London Stadium

Tensions among the West Ham faithful have reached a fever-pitch this season; growing discontent in the terraces at London Stadium has led to the formulation of a fan ‘action group’ and thousands of Hammers have pledged their support.

Speaking to Talksport, Chairman David Sullivan appealed to supporters for ‘unity’ and reiterated:

“Chants of ‘Sack the board’ and opposition to me and David Gold will mean nothing. Get behind the team, through unity we can turn it all around. We don’t want to find that a disappointing season has turned into a disastrous one.”

A Wealth of Support

Stern words from Sullivan, who has been criticised for the club’s volatile recruitment strategy and his seemingly ‘out-of-touch’ approach towards fan protest and supporter-liaison in recent years.

The ‘Real West Ham Fan Action Group’ (RWHFAG) released the proposed route for a march this morning, having successfully cooperated with local authorities to establish a safe walk for protesters.

Since joining in November 2017, RWHFAG has gained 6,736* followers on Twitter and continues to receive a wealth of support from all over the globe. It is testament to the undying passion of these fans that a march will take place on the 10th March, before a home fixture against Burnley in the Premier League.

The organisers have placed on record that this is intended to be a peaceful protest and any unrest will not be tolerated.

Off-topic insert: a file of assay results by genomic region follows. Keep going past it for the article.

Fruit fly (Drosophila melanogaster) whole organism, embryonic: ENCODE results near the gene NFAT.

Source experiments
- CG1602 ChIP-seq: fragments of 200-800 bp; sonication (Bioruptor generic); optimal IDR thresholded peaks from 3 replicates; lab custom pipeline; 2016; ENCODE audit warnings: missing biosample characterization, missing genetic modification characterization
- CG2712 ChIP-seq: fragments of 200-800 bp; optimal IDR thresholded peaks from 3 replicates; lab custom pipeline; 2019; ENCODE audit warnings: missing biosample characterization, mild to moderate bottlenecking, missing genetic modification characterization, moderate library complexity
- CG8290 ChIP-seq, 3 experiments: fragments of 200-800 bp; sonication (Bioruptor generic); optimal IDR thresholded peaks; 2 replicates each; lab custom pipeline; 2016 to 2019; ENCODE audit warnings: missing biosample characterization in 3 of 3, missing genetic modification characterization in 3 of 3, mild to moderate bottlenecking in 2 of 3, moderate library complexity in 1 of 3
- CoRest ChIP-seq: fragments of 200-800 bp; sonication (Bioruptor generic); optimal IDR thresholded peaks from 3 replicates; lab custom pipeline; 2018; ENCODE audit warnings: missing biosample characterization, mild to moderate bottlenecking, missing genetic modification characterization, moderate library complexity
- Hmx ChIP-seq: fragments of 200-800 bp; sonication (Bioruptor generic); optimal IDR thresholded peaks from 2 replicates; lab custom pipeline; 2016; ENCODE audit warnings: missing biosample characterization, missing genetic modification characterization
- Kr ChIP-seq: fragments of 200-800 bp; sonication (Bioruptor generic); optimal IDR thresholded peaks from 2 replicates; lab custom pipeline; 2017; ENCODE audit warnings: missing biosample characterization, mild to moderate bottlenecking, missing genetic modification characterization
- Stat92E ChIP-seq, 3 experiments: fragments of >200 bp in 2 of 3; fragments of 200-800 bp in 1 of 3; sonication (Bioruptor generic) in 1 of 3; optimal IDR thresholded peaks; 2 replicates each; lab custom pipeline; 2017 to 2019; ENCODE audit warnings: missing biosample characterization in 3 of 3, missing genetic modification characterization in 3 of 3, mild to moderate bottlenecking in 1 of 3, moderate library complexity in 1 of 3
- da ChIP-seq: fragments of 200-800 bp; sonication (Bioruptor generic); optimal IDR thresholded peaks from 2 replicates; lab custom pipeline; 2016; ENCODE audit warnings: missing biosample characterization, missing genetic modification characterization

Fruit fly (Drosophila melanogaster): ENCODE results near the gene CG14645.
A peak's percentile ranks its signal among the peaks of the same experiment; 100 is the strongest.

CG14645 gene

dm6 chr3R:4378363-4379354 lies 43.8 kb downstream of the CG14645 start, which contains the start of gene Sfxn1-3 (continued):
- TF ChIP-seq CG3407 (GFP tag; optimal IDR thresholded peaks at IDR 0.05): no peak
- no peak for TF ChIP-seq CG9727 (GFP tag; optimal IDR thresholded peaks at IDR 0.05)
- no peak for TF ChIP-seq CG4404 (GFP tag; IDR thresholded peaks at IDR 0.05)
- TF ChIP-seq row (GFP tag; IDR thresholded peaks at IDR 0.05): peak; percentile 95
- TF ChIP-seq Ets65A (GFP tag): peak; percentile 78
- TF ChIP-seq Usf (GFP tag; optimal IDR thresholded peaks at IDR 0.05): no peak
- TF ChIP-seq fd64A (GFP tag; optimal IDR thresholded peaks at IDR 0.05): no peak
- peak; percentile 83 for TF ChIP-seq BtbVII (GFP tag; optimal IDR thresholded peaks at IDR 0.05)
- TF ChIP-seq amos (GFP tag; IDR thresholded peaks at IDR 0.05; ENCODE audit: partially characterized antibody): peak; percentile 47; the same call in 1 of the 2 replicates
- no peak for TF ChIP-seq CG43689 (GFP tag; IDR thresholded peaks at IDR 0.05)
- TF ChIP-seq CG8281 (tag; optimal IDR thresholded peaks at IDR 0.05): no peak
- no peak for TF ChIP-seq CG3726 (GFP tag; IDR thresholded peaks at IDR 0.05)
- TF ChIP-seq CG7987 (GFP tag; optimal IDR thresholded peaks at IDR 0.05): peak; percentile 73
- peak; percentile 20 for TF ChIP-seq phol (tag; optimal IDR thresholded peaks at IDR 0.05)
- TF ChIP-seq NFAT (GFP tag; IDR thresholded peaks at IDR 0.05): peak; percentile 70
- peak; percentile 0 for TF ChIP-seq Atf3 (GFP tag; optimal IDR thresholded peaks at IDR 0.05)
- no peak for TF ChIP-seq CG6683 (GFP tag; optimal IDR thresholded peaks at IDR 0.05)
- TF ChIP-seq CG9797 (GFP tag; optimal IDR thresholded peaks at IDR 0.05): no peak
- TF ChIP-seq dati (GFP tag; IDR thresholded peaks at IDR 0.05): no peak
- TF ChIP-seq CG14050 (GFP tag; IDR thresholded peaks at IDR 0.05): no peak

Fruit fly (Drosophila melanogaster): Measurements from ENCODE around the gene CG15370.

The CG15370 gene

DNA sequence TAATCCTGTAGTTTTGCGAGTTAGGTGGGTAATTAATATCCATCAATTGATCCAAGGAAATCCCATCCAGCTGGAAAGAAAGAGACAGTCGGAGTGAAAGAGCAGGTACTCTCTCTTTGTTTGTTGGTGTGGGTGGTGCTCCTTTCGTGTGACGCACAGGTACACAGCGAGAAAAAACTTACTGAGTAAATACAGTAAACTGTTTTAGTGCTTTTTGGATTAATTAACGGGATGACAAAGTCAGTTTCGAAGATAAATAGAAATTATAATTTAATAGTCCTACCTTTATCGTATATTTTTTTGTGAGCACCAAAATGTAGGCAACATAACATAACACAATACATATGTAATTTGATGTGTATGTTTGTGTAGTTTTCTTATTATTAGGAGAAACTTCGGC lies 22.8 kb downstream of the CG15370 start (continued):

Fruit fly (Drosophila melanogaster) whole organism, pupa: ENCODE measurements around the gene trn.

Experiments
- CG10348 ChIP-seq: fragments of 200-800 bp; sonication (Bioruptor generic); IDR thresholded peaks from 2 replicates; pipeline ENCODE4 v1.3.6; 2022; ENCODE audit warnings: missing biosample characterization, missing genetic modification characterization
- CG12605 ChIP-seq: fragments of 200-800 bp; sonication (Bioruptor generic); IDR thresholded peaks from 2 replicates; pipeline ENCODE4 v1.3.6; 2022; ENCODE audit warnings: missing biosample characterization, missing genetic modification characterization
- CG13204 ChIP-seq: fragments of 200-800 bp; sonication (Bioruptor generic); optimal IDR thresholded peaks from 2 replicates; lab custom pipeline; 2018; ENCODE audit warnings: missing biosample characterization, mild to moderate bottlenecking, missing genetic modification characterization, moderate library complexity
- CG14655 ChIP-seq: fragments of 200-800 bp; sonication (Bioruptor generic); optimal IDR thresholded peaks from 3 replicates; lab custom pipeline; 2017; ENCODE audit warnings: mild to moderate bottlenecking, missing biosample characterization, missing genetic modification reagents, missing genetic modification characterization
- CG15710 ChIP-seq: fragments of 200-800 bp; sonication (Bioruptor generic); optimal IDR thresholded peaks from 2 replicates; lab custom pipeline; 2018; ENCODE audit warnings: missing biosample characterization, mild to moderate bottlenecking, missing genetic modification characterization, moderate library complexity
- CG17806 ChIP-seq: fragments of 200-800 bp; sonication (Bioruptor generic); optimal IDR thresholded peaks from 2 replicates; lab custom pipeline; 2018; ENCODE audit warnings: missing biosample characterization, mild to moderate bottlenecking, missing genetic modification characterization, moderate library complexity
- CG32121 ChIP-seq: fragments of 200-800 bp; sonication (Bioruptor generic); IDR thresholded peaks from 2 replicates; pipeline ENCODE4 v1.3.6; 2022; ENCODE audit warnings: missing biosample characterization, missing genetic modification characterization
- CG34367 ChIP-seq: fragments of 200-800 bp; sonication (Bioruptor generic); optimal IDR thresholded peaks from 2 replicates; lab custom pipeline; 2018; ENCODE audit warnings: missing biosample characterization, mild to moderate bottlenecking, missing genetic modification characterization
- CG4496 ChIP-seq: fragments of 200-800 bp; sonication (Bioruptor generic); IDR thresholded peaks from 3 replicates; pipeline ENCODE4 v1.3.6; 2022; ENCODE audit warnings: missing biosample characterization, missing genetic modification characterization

The West Ham United Independent Supporters Association (WHUISA) declared their support in a formal statement and intends to work with the Action Group to give ‘representation to the fans’ and bring the current ownership to account.

Sold A Dream

The overwhelming consensus is anger and disappointment with the condition of the London Stadium and the match-day experience at home fixtures, with many fans exclaiming that the arena is ‘not fit for football’.

There have been calls for transparency and a greater understanding between supporters and the owners, with a strong narrative identifying concealment from the powers-that-be and a failure to deliver promises that were made in 2016 – ‘sold a dream’ is the battle cry.

Ultimately, the atmosphere is pressurised and fans are upset. Not with the team – they’ll back the team one-hundred per cent, but it’s the ownership and striking absence of a home that has forced supporters to make the noise and give the people upstairs something to think about.

Full details of the march are available at